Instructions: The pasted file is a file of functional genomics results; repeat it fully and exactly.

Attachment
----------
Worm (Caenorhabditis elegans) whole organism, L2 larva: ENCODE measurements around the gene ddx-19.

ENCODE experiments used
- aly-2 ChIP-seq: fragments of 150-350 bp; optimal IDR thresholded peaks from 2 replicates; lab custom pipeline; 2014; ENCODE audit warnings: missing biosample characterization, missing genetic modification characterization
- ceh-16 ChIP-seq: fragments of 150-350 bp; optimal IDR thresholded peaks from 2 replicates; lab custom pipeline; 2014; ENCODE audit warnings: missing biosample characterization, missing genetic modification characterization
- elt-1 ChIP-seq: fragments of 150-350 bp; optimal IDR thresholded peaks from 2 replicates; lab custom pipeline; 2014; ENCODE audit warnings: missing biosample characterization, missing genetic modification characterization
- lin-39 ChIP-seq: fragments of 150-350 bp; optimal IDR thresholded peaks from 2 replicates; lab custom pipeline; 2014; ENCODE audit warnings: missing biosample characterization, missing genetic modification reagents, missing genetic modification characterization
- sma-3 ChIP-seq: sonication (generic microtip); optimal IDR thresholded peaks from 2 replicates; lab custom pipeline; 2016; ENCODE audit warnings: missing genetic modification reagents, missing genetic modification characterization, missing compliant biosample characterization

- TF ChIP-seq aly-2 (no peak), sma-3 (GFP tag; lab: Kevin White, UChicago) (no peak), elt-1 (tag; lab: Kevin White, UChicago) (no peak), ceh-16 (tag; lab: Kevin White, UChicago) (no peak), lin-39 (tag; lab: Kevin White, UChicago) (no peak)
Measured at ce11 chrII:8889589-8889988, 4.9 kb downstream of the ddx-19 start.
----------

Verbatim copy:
Worm (Caenorhabditis elegans) whole organism, L2 larva: ENCODE measurements around the gene ddx-19.

ENCODE experiments used
- aly-2 ChIP-seq: fragments of 150-350 bp; optimal IDR thresholded peaks from 2 replicates; lab custom pipeline; 2014; ENCODE audit warnings: missing biosample characterization, missing genetic modification characterization
- ceh-16 ChIP-seq: fragments of 150-350 bp; optimal IDR thresholded peaks from 2 replicates; lab custom pipeline; 2014; ENCODE audit warnings: missing biosample characterization, missing genetic modification characterization
- elt-1 ChIP-seq: fragments of 150-350 bp; optimal IDR thresholded peaks from 2 replicates; lab custom pipeline; 2014; ENCODE audit warnings: missing biosample characterization, missing genetic modification characterization
- lin-39 ChIP-seq: fragments of 150-350 bp; optimal IDR thresholded peaks from 2 replicates; lab custom pipeline; 2014; ENCODE audit warnings: missing biosample characterization, missing genetic modification reagents, missing genetic modification characterization
- sma-3 ChIP-seq: sonication (generic microtip); optimal IDR thresholded peaks from 2 replicates; lab custom pipeline; 2016; ENCODE audit warnings: missing genetic modification reagents, missing genetic modification characterization, missing compliant biosample characterization

- TF ChIP-seq aly-2 (no peak), sma-3 (GFP tag; lab: Kevin White, UChicago) (no peak), elt-1 (tag; lab: Kevin White, UChicago) (no peak), ceh-16 (tag; lab: Kevin White, UChicago) (no peak), lin-39 (tag; lab: Kevin White, UChicago) (no peak)
Measured at ce11 chrII:8889589-8889988, 4.9 kb downstream of the ddx-19 start.